Many of you know that 2023 has been a pivotal year for me. It has been scary, challenging, and painful. On the other hand, it has been a year of great growth and liberation. I’ve learned so much. I’ve spent most of my life living in fear and emotional  pain, thinking it was imperfectly normal. This year, I’ve discovered how it feels when pain is not my de facto state of being. It feels more wonderful than I can say. I find myself often reflecting on my improved mental health with a sense of awe and bemusement.

I was talking to my life coach Todd about this transformation. In coaching me, one of his main areas of emphasis has been emotional resilience. He helps me learn to sit with difficult emotions, understanding that I will be able to withstand them and that they will pass. One of his axioms is that feelings are not forever.  There have been many opportunities for me to practice this skill in the past couple of years. As I have developed emotional resiliency, my major focus has been mostly relief when I don’t feel shattered and valueless. I have been gaining strength and confidence, especially over the past year. Recently, I have started to think beyond the moments of relief and contentment, wondering if this newfound peace can really be a new default way of being for me going forward.

I told Todd that I understood his perspective that feelings are not forever. I agreed that I have experienced the phenomenon of paddling my emotional resiliency boat into safe harbors over the past couple of years. However, I can also look in my rear-view mirror and see a time not so long ago when feelings WERE forever. I asked Todd how I could be confident that I was changed in some fundamental way that would prevent me from turning future painful feelings into forever conditions. He replied with a metaphor that resonated profoundly with me.

He explained that, for many years, I had no concept of self-determination. I had no understanding that I had any power to change conditions that made me depressed, scared, angry, or other otherwise emotionally hobbled.  No matter what happened in my life, no matter how anyone treated me, no matter what needs I had- I simply accepted whatever came my way, believing I had no right or ability to change it. Now, I know that I have agency in my own life. I can often take actions and have conversations that can change my circumstances. I can choose how I respond to events that I do not have the capacity to change. Todd said it was like having a stone in my shoe. Most of my life, I wandered around with a stone in my shoe without even knowing I had a stone in my shoe. I just knew something hurt. Since I did not know there was a stone stabbing into the sole of my foot, I never took my shoe off to shake it out. Therefore, the pain WAS forever. Now, I know that there is a stone in my shoe. I can take time out to extract it when necessary, so the pain will be temporary.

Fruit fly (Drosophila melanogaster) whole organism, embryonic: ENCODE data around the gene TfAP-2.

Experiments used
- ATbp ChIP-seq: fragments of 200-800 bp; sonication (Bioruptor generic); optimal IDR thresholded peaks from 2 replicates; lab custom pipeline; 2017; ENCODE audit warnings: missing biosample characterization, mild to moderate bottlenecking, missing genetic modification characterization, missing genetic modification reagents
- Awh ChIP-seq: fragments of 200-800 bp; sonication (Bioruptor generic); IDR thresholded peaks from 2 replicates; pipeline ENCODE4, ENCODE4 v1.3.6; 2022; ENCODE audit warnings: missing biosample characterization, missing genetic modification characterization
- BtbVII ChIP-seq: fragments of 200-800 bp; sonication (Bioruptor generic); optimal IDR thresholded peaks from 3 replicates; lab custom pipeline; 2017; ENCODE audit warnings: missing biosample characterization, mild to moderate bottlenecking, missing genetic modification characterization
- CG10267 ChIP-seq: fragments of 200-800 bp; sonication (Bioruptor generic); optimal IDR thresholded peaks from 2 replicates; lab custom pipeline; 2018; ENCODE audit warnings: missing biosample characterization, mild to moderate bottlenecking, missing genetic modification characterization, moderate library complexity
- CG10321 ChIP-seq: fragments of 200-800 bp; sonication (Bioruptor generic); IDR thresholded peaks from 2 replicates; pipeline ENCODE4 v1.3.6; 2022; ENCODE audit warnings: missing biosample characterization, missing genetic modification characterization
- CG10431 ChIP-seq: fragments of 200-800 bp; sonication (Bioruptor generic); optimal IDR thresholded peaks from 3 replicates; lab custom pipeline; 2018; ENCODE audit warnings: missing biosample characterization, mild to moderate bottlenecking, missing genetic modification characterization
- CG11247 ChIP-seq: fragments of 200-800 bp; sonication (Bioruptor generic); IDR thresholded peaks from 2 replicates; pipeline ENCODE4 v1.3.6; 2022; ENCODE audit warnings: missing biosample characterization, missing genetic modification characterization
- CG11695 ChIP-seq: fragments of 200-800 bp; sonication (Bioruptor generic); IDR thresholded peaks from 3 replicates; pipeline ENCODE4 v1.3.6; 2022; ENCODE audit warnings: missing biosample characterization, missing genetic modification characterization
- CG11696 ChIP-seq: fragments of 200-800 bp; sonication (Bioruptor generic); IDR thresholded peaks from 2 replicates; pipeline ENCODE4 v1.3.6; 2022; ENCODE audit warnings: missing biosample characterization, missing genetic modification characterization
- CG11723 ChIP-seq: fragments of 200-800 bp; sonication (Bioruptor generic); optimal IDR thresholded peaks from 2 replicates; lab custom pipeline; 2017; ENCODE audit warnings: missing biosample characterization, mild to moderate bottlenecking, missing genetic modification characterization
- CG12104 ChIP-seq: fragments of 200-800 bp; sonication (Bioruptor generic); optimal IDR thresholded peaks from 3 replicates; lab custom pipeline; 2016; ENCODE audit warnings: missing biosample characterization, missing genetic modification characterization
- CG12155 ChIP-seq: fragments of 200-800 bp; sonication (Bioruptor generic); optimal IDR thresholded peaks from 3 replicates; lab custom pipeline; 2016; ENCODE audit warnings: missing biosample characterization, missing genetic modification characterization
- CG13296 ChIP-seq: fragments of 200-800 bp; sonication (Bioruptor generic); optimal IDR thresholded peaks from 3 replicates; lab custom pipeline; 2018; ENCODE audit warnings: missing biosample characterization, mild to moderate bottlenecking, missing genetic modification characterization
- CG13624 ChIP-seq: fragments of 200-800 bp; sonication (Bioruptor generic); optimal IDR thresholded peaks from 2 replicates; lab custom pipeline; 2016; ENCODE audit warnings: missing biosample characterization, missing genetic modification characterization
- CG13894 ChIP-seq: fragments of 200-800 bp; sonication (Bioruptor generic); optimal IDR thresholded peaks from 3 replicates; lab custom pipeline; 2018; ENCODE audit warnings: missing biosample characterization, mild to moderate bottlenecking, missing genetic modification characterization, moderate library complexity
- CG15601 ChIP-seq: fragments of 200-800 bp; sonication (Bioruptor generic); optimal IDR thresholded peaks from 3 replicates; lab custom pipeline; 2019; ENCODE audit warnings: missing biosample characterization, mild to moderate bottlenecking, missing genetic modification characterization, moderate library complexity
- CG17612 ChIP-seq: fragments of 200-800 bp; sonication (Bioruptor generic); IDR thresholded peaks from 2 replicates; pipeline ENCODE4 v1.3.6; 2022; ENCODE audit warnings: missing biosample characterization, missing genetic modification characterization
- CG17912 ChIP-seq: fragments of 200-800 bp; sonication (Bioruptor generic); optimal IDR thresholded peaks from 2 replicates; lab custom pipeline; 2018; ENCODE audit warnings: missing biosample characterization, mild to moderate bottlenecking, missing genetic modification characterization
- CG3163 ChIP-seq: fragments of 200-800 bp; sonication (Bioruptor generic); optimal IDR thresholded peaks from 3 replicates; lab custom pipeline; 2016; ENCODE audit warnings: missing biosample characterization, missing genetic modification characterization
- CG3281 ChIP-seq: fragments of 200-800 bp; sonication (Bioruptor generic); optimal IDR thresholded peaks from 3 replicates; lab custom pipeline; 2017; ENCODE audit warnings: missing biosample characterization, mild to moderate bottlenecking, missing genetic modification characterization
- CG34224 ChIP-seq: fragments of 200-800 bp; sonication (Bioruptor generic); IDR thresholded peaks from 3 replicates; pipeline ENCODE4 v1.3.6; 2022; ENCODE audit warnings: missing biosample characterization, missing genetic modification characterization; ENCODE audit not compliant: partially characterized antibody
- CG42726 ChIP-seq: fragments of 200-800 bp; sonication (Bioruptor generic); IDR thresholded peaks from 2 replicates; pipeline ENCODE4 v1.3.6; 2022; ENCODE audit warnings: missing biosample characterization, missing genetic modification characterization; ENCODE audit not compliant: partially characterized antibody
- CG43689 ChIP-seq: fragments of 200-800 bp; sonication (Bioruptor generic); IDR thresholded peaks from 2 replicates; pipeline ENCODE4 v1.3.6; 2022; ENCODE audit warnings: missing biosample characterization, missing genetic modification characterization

Yesterday, I had the opportunity to muse a little more about this metaphor. I decorated the house for Christmas.  I pulled out the self-lighting tree I purchased last year. It is one of those fancy-dancy trees that have this “magic” central pole to make the tree light up all over without having to attach multiple strings of lights to each other. I love the lights on this tree. They are so colorful, with pure, clean shades of pink, blue, green, yellow, red, and blue. It makes me happy just to look at them.

I heaved the tree out of its box, struggling to stabilize the trunk in the holder and maneuver the upper section into place. I am just a little too short on one end and a lot too lacking in upper body strength to assemble the entire thing without breaking a sweat. The tree also attacked me with its thousands of sharp plastic needles, leaving bloody scratches on my forearms.  Finally, I had the entire structure standing straight and strong, overlooking my living room. The colorful universe of lights twinkled from top to bottom.